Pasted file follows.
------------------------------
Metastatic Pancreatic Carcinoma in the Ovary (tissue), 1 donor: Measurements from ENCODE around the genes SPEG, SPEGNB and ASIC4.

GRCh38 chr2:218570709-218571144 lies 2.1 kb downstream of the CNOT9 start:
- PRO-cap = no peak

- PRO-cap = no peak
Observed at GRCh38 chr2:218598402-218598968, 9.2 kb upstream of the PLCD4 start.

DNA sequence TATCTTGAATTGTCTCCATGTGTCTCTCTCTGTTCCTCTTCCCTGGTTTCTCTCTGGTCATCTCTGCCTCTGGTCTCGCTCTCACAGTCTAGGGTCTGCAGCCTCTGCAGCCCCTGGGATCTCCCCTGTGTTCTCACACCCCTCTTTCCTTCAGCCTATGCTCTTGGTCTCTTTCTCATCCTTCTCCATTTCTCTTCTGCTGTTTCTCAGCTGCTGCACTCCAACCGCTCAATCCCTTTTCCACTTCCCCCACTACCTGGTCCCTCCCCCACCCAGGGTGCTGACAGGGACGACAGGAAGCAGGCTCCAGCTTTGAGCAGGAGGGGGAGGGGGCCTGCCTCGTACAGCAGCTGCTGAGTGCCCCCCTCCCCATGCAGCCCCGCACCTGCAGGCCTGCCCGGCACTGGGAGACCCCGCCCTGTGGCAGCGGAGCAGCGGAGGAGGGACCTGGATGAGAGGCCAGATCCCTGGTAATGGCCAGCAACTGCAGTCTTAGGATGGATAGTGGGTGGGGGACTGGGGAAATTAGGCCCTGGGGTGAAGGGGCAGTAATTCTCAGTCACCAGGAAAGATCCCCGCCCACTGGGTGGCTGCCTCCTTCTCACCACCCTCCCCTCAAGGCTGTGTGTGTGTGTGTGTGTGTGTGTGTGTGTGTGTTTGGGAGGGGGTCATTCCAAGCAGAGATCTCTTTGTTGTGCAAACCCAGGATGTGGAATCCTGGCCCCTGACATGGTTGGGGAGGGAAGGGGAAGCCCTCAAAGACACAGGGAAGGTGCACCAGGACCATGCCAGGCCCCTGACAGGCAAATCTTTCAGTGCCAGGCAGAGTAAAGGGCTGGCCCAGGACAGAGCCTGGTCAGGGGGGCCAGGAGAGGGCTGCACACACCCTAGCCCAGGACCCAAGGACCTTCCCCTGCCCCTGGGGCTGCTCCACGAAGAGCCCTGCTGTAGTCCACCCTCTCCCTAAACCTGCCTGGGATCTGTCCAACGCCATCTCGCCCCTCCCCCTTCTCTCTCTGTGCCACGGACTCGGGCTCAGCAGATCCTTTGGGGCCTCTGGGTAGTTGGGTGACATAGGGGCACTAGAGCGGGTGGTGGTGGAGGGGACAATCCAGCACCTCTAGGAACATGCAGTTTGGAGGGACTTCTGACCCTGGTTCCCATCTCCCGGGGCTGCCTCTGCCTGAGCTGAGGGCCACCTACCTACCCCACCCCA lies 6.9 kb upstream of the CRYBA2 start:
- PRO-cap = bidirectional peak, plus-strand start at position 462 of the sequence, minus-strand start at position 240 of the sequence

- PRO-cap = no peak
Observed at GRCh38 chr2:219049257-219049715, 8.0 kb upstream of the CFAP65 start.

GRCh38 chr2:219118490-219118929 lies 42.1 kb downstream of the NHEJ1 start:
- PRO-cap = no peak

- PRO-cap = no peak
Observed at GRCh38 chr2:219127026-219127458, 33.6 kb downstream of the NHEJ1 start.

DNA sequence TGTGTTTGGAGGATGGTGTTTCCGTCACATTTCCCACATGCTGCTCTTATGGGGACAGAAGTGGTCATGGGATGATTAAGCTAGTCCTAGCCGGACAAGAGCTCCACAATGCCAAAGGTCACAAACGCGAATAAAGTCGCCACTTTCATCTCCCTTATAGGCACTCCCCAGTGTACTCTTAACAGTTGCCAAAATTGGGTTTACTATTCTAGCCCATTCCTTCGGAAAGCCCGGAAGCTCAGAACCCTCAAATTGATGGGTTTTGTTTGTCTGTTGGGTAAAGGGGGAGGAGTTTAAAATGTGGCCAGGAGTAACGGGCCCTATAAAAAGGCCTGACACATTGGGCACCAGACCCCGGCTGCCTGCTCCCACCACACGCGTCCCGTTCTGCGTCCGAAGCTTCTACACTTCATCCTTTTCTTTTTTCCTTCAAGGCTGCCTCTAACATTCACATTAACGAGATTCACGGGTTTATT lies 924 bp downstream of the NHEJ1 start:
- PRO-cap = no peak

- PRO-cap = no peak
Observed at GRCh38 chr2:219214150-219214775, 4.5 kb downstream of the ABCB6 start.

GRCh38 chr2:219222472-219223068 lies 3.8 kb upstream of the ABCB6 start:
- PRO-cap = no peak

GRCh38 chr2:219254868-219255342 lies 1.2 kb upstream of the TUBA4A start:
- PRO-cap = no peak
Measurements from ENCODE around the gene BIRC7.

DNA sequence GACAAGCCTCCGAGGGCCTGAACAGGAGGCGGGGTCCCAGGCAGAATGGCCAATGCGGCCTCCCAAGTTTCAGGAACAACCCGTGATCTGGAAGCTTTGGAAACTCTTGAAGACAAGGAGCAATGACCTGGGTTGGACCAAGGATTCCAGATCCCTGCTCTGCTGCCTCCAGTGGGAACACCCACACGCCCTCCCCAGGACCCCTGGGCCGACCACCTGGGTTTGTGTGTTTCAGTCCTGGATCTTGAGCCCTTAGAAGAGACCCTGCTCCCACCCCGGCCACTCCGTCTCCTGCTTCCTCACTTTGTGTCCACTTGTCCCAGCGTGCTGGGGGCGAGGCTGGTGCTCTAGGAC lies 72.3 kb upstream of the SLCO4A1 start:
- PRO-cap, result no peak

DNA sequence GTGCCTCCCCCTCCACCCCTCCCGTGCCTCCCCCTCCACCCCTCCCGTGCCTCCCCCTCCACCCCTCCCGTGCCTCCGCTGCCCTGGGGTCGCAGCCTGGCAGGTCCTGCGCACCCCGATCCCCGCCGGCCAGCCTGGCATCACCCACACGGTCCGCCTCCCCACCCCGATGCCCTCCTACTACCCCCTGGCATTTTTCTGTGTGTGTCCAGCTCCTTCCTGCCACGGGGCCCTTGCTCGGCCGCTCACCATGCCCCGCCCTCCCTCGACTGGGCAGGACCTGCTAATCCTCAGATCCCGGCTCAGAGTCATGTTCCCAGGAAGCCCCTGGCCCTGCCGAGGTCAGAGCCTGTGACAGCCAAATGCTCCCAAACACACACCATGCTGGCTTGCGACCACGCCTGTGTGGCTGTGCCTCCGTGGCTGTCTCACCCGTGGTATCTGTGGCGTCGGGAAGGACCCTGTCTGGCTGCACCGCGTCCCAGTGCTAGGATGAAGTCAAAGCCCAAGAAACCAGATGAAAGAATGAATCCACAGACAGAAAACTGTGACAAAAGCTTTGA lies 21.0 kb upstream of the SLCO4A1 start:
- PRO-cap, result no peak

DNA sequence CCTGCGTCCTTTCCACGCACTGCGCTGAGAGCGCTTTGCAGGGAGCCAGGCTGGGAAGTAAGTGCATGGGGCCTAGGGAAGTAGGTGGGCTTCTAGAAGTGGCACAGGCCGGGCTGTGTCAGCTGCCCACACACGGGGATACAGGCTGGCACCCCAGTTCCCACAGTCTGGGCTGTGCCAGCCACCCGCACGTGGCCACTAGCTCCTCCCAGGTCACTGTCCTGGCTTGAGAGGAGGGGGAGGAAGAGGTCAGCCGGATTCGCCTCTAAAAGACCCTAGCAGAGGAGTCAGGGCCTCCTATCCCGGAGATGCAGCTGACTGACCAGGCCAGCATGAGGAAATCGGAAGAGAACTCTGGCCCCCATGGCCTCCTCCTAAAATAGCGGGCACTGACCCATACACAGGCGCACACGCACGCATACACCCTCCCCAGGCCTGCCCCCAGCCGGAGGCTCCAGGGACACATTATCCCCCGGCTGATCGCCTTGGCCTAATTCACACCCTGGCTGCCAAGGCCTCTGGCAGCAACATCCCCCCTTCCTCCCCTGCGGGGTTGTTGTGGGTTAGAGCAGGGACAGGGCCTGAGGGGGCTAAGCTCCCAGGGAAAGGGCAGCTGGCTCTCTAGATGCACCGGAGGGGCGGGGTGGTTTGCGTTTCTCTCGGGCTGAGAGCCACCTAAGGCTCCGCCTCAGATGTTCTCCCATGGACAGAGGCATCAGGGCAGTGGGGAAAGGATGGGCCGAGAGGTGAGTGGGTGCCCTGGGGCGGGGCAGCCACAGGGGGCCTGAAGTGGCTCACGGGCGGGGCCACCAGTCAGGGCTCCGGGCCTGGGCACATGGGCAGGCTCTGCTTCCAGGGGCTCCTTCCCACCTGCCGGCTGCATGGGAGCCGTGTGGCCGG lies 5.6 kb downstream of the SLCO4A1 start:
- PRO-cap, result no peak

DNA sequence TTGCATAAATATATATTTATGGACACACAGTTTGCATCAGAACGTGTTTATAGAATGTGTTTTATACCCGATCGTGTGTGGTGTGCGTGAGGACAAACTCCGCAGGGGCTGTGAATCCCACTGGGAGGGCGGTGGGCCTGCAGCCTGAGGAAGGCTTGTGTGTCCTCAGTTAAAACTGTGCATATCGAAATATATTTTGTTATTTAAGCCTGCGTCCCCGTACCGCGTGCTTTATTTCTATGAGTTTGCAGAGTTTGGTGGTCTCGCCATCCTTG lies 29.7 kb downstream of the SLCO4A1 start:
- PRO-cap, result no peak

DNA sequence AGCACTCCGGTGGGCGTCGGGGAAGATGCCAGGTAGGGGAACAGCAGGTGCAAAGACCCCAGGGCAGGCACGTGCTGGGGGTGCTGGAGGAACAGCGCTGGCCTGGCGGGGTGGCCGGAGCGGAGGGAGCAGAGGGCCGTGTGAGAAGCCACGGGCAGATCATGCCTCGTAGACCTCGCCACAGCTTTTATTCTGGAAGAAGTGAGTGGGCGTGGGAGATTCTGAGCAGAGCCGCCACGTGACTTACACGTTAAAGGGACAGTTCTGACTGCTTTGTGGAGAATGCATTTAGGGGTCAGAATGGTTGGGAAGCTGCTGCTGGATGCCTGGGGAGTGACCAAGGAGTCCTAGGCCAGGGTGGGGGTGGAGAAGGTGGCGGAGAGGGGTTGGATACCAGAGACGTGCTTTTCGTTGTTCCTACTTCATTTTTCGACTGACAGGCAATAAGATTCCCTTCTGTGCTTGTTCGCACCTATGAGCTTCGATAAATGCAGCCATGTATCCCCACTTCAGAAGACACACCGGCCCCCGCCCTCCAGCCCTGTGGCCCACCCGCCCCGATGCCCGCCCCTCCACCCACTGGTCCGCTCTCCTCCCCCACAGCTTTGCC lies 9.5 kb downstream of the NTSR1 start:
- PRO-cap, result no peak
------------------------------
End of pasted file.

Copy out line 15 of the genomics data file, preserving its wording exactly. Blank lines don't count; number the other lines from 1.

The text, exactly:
- PRO-cap = no peak